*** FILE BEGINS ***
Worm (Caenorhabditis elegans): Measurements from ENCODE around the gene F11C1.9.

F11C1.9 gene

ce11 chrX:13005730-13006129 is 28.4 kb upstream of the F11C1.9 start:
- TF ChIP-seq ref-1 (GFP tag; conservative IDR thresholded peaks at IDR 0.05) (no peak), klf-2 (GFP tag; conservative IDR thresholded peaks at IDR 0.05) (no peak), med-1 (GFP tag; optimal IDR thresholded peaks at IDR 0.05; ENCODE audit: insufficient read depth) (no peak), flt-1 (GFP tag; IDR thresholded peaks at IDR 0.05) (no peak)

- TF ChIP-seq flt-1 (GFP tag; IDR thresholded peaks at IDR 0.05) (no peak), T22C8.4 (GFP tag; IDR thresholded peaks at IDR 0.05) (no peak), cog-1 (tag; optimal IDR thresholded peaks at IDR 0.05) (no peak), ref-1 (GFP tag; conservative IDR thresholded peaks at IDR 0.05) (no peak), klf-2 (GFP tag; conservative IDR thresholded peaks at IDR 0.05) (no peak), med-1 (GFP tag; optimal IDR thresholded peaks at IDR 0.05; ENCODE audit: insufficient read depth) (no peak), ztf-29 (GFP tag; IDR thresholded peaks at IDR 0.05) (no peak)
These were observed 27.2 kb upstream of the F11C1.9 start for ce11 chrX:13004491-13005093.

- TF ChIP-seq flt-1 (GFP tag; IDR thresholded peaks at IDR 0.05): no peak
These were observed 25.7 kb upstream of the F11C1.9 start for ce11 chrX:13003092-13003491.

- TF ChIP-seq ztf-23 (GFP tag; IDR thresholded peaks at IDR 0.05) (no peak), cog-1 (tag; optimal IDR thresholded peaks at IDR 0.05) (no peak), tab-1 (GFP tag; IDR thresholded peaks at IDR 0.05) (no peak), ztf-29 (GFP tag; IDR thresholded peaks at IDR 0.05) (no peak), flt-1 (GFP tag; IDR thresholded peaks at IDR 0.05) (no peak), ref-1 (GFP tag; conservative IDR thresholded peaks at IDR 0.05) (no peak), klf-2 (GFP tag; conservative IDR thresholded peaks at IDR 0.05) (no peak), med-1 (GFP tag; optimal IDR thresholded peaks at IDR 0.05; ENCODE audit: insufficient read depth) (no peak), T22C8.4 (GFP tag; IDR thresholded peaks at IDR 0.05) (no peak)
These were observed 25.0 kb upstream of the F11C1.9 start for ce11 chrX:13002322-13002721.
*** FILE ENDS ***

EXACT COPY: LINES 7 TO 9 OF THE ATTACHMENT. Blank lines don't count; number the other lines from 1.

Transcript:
- TF ChIP-seq flt-1 (GFP tag; IDR thresholded peaks at IDR 0.05): no peak
These were observed 25.7 kb upstream of the F11C1.9 start for ce11 chrX:13003092-13003491.

- TF ChIP-seq ztf-23 (GFP tag; IDR thresholded peaks at IDR 0.05) (no peak), cog-1 (tag; optimal IDR thresholded peaks at IDR 0.05) (no peak), tab-1 (GFP tag; IDR thresholded peaks at IDR 0.05) (no peak), ztf-29 (GFP tag; IDR thresholded peaks at IDR 0.05) (no peak), flt-1 (GFP tag; IDR thresholded peaks at IDR 0.05) (no peak), ref-1 (GFP tag; conservative IDR thresholded peaks at IDR 0.05) (no peak), klf-2 (GFP tag; conservative IDR thresholded peaks at IDR 0.05) (no peak), med-1 (GFP tag; optimal IDR thresholded peaks at IDR 0.05; ENCODE audit: insufficient read depth) (no peak), T22C8.4 (GFP tag; IDR thresholded peaks at IDR 0.05) (no peak)